Browsing From the Pastor

Take Back Sunday!

Sep 30, 2019

Dear Friends,

            Take back Sunday! This thought came to mind when reflecting upon last week's reading from the Book of the prophet Amos. Amos says, “'When will the new moon be over,' you ask, 'that we may sell our grain, and the sabbath, that we may display the wheat?'” In other words, the people of Israel couldn't be bothered by a day of rest, the Sabbath. In the words of Scripture scholar John Bergsma, “A striking feature of this...is the way these ancient Israelite merchants regard religion as an impediment to profit...The Sabbath, which God gave to man as a beautiful day of rest, to be enjoyed with family, friends, and God Himself, is now seen as a burden and restraint to the pursuit of profit.”

            As we dive into this, perhaps it's good for us to remember that we keep holy the Lord's Day and not necessarily the Sabbath, which is Saturday. We keep holy the Lord's Day—Sunday—because it is the day of the Resurrection and “announces our eternal rest in God (Catechism of the Catholic Church, 2175).”  Additionally, I want to say that I am not accusing anyone of approaching the Lord's Day as the Israelites did as an impediment to profit and as burden. However, I know that Sunday is often anything but a day of rest in the Lord. Some must engage in necessary work which cannot be avoided—police officers, fire fighters, doctors, nurses, even priests. For many, it is a day of travel, of multiple activities, of shopping, of catching up on work around the house.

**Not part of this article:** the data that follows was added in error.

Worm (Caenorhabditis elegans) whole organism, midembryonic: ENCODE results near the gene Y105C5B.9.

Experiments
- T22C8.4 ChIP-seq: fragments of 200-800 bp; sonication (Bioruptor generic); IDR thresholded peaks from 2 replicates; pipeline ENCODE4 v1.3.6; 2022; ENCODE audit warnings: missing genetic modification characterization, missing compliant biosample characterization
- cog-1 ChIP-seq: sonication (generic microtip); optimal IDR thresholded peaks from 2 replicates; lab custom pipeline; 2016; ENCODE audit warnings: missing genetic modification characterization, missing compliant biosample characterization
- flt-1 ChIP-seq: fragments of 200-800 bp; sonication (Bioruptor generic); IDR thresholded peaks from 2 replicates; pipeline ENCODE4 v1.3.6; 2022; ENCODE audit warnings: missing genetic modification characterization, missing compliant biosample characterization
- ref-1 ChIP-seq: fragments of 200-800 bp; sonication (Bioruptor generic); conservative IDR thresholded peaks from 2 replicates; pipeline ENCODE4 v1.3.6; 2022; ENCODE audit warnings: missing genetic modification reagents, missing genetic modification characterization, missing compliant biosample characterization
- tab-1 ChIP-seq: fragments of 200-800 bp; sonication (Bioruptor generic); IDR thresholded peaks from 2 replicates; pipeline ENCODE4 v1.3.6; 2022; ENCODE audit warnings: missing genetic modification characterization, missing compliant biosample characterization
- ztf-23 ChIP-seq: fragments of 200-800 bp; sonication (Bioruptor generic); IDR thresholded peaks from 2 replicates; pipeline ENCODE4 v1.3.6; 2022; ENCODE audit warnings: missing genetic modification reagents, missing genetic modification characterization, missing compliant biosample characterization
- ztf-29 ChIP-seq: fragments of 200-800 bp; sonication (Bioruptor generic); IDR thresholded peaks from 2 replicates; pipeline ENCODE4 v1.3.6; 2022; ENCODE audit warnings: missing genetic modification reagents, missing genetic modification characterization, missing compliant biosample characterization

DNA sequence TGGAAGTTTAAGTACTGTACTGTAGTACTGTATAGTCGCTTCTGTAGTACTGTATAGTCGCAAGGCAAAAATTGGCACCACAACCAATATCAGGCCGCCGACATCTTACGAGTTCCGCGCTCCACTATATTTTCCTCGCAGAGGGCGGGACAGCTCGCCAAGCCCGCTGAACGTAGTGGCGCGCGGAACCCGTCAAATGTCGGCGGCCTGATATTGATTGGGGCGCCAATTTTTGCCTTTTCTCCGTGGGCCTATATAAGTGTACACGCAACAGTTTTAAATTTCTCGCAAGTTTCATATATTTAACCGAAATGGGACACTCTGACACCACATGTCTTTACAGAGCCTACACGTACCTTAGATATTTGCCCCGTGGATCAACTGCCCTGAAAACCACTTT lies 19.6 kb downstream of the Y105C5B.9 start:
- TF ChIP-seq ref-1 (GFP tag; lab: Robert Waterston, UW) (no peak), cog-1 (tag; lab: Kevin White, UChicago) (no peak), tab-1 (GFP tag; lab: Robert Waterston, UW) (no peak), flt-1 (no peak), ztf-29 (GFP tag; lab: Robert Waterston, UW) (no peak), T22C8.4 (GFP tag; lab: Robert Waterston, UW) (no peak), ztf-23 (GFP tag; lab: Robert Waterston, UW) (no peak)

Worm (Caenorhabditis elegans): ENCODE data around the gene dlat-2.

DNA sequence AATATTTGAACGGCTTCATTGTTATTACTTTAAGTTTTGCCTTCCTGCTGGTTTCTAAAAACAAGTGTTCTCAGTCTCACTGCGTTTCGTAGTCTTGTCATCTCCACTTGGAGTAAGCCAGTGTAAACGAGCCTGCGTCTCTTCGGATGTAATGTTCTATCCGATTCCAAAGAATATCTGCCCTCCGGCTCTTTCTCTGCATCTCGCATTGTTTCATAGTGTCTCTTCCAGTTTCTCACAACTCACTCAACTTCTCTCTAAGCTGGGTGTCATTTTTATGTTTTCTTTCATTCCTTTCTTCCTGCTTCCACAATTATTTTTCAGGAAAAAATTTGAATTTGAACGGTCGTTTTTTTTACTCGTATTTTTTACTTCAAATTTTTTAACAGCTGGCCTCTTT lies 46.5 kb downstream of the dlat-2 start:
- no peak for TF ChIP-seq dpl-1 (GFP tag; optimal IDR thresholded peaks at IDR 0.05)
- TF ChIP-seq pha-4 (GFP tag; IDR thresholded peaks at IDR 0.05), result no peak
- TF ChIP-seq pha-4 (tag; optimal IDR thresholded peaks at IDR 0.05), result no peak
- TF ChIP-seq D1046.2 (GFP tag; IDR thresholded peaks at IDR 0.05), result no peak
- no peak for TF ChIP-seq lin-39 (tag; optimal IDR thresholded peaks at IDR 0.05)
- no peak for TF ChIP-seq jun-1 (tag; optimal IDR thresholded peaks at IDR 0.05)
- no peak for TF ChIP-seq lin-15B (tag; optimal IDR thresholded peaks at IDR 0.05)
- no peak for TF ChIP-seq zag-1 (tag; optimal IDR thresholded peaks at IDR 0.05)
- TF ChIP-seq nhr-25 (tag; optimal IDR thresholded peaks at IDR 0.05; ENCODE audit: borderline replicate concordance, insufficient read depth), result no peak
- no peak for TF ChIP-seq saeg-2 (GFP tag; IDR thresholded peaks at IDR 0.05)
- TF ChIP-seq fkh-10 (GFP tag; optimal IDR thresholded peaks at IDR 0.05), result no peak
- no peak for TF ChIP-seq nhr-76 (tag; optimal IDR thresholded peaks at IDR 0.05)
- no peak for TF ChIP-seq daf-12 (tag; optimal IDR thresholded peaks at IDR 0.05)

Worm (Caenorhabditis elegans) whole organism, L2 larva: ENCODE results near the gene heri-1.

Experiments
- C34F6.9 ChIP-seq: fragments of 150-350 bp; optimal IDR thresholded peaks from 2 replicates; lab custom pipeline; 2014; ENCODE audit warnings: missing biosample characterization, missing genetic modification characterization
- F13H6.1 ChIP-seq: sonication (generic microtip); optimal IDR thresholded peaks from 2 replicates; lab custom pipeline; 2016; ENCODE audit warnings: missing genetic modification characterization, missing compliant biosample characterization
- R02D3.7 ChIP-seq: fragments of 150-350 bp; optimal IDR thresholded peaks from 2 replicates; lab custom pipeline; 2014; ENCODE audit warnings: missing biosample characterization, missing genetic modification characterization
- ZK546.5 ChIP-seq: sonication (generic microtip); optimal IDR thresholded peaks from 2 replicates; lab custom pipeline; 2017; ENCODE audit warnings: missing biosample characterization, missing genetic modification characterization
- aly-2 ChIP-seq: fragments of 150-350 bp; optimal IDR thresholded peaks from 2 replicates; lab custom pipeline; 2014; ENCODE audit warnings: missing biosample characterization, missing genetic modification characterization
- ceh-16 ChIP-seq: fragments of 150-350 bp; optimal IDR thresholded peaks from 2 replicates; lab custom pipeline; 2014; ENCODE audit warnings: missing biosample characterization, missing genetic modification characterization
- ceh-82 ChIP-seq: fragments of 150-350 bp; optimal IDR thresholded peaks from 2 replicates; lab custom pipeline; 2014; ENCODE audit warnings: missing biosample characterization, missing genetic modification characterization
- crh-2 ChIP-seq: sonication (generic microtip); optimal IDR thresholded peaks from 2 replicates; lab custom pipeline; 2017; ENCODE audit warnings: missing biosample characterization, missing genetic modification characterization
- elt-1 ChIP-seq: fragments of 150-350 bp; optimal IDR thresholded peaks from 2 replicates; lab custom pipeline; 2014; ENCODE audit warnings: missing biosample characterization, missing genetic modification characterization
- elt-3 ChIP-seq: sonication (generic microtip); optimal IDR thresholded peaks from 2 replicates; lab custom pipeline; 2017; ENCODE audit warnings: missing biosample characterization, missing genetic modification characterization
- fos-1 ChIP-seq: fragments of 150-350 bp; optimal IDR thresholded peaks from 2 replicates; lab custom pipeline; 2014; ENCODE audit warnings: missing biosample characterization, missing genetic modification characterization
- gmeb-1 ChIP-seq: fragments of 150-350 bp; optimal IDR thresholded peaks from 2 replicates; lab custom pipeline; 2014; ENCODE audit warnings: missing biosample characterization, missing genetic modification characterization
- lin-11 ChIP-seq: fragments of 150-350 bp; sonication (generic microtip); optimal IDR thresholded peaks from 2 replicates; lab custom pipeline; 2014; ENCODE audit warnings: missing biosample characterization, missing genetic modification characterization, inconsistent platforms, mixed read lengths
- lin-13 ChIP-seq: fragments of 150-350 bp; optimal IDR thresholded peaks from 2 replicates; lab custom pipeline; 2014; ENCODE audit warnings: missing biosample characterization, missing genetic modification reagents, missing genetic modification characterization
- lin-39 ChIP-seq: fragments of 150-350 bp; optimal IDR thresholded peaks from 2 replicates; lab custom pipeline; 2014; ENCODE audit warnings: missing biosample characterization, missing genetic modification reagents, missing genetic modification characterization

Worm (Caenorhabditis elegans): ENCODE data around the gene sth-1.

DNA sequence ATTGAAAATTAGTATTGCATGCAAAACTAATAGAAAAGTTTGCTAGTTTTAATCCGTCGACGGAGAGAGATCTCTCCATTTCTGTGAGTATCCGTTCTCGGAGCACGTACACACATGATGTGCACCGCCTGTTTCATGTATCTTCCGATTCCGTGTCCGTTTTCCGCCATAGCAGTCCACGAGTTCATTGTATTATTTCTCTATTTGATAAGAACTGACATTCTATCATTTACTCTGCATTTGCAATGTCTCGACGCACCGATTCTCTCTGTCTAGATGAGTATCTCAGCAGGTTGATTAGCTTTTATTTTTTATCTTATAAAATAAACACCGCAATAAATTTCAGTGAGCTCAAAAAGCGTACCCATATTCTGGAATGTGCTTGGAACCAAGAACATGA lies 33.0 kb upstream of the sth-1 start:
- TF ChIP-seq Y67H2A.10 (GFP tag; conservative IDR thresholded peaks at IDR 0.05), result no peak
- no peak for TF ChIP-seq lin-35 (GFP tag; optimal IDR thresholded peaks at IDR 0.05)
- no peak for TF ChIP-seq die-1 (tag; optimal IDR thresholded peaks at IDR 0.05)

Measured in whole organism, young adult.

God knows our needs better than we ourselves know them. The Lord's Day is meant to be a day centered around the worship of God, which benefits us and in which we find rest. It is meant to be day spent with family, relatives, and friends; traditionally it was seen as a day to engage in charitable works and works of service to the sick and elderly. Sunday is meant to be a day of leisure. Jesus Christ's Resurrection is said to have occurred on the “eighth day” of the week, coming after the Jewish Sabbath and ushering in a new creation. Similarly, Sunday, the day of the Resurrection, is meant to re-create us, to make us new, but this can be done only in devoting that day to the Lord; to family, relatives, and friends; to the sick and elderly; and to leisure.

            Again, this no accusation or judgment on anymore, but we should examine our lives in how we can better live out the Third Commandment to keep holy the Lord's Day. For more information about this topic, I recommend reading the paragraphs 2168-2188 of the Catechism of the Catholic Church, which can be found on the Vatican website (vatican.va) or the United States Conference of Catholic Bishops website (usccb.org) or simply in a paper copy of the Catechism. Have a great week!

 

In Christ,

Fr. Matt